Madagascar’s $10 billion GDP is largely driven by extractive industries, agro-industry, banks, transport, livestock and fisheries. 2014 was a decisive year, with a new president elected and a new government installed, ushering in expectations of political stability for the first time since the 2009 coup d’état. Growth in economic and social performance is expected to increase as governance and business climate reforms take effect, alongside buoyant extractive industries, agriculture and tourism.
Madagascar's microfinance sector was established in 1990. It began to experience rapid growth in the past decade, with more than 30 players that reach about a quarter of the population. It is a critical segment of the financial landscape and is seen as a vehicle to help eradicate extreme poverty, particularly as the banking sector only reaches an estimated 3 percent of the nation’s 23 million people. The vast majority of the population lives on about $1 a day, and is dependent on informal moneylenders who impose excessive rates of interest.
In 2005, AKF launched an integrated rural development project in the Sofia region, with the objective of doubling rice yields by training groups of farmers on alternative rice cultivation practices. To support these efforts, the Premiere Agence de Microfinance (PAMF) was established in 2006.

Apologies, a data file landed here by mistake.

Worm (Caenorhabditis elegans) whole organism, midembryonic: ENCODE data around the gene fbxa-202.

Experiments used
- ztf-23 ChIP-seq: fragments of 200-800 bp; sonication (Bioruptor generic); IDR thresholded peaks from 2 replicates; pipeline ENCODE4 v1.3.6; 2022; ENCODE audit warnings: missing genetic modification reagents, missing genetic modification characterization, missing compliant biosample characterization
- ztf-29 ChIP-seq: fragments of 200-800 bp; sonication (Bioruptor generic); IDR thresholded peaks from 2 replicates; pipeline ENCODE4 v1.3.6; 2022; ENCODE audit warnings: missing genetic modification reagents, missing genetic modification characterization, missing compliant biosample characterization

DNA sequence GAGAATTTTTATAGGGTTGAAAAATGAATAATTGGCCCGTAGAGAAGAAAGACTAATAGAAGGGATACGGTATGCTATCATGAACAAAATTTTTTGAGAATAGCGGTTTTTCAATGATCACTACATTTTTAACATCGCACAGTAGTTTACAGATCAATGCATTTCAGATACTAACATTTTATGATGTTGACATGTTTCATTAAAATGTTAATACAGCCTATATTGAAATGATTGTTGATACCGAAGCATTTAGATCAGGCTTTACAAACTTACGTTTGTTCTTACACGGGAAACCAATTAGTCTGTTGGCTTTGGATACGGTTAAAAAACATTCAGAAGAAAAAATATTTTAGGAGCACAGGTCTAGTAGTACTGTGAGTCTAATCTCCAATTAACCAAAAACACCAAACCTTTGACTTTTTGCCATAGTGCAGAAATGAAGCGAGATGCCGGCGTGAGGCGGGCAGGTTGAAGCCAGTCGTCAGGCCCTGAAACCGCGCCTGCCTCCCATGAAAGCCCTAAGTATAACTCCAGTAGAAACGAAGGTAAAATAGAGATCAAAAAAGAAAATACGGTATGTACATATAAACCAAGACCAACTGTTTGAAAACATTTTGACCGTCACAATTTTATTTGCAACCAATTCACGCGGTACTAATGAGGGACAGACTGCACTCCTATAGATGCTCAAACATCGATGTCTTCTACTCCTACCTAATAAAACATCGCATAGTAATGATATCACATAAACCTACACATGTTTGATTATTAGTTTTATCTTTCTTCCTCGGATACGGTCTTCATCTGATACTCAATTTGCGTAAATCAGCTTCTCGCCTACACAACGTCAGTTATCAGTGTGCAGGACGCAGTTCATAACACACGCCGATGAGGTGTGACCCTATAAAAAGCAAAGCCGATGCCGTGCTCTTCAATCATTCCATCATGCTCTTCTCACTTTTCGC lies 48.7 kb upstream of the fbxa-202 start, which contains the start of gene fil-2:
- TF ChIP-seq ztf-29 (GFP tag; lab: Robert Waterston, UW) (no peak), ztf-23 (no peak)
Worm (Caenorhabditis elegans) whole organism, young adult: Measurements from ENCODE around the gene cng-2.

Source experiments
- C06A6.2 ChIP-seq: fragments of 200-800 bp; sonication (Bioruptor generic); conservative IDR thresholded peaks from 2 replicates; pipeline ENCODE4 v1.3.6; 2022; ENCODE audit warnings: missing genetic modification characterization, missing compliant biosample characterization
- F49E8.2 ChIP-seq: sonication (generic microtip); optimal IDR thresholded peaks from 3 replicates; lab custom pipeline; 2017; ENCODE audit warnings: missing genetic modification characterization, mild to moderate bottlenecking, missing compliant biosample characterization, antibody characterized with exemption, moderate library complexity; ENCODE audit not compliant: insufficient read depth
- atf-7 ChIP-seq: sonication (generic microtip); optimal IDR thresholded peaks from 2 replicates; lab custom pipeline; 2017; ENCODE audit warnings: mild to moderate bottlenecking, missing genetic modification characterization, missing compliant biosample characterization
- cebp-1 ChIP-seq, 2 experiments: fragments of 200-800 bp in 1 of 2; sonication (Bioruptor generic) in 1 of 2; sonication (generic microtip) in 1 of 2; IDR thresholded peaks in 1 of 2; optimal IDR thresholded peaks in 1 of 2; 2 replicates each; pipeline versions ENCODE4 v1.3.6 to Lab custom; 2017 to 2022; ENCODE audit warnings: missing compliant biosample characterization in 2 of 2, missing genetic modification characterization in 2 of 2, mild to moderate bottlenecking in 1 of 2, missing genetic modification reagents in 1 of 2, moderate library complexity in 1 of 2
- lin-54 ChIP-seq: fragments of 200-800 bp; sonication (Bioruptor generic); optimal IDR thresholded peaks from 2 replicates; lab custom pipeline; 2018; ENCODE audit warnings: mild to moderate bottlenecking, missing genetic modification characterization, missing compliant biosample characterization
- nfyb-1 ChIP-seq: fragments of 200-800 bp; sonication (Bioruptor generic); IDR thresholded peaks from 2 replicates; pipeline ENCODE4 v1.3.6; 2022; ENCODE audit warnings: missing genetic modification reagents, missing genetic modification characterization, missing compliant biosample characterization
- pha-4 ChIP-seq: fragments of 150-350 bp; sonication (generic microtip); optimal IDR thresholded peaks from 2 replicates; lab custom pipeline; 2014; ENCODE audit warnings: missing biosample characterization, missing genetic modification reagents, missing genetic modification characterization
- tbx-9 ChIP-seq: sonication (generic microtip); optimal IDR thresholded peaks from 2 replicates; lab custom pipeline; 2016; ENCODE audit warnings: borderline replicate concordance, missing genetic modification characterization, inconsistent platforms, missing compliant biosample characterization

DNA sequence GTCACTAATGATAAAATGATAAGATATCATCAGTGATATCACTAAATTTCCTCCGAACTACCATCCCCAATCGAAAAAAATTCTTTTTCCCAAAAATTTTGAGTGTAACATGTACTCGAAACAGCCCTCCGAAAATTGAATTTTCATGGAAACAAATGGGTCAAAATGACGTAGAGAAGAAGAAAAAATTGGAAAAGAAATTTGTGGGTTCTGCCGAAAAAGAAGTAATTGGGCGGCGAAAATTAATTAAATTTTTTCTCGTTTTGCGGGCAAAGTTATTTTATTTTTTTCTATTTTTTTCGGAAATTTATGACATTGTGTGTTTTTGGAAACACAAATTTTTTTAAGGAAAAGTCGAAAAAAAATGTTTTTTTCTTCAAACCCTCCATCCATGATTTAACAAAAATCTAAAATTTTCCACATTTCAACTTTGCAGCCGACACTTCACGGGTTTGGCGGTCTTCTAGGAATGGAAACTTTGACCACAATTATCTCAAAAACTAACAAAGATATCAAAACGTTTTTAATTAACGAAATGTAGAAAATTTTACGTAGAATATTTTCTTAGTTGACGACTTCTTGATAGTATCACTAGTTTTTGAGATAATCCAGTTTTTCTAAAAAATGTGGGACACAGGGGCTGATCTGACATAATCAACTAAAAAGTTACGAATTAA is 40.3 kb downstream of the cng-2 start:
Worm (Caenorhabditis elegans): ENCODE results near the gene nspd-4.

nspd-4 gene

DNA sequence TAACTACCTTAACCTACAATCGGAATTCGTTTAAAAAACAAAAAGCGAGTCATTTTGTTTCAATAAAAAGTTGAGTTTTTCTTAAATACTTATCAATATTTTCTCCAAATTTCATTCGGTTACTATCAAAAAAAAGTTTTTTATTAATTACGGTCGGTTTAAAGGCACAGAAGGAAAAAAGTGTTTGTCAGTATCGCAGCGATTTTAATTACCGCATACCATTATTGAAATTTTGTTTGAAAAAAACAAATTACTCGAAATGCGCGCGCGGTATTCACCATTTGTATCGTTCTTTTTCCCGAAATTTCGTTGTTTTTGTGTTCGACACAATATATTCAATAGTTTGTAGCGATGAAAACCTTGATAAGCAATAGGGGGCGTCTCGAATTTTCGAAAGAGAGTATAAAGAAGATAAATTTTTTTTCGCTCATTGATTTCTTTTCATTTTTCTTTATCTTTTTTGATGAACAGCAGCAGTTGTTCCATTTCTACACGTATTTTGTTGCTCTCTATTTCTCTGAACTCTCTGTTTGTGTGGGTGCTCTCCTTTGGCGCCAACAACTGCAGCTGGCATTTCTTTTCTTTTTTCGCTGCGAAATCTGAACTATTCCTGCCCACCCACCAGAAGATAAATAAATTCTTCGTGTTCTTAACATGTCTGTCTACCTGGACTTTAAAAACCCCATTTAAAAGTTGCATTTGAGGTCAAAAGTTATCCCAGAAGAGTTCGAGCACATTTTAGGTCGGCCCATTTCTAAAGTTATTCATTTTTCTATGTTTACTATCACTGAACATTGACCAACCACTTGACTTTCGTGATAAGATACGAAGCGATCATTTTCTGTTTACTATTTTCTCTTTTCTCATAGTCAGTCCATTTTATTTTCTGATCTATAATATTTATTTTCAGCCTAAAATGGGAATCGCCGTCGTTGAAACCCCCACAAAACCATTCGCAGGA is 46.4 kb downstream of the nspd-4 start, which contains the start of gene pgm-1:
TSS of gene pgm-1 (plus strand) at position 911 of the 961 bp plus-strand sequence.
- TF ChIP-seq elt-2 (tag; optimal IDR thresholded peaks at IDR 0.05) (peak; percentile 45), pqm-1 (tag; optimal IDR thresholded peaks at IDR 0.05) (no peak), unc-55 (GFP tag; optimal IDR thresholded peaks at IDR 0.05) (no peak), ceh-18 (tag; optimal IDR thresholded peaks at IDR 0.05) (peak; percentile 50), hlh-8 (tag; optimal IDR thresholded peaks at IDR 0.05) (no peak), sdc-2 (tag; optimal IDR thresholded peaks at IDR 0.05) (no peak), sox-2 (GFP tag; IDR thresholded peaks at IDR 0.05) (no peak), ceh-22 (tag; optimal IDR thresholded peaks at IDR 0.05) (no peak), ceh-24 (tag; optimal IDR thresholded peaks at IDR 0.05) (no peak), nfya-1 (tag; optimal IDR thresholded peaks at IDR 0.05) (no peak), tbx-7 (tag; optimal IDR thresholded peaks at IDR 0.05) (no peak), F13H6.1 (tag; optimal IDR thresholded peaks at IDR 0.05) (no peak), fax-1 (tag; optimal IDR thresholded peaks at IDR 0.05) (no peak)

PAMF works closely with AKF to provide financial services in Sofia, operating in both the rural areas and small cities. It has expanded to 13 branches, including outside Sofia. Although the rural region still represents more than half PAMF’s total portfolio, PAMF has diversified in different geographic areas and economic sectors, such as the urban areas of the Analamanga region, and cities such as Majunga in Boeny, where it is focused on small traders and artisans as well as the rural sectors of these urbanized districts. In 2011, PAMF started offering SME loans. Despite the high operational costs, PAMF sees itself as a vehicle to reach the most vulnerable in society who live in isolated areas. As such, restrictions have been lifted on the minimum loan size and areas of operations have been widened to access more clients. As part of its commitment to the country, PAMF has worked with the Grameen Foundation to develop a Progress Out of Poverty (PPI) scorecard for Madagascar, widely used in microfinance to measure poverty outreach, and the first time it has been done for that country.
As well as loans to groups for rice and vegetable production and small equipment, and group savings accounts, PAMF offers loans for warehousing and inventory credit in its own granaries or in borrowers’ own or village granaries. A market survey has been carried out to assess the best strategy and products to offer to the burgeoning SME market. As part of PAMF’s digital financial services strategy, PAMF is working on technical solutions to offer mobile banking, which would be a new delivery channel for the institution.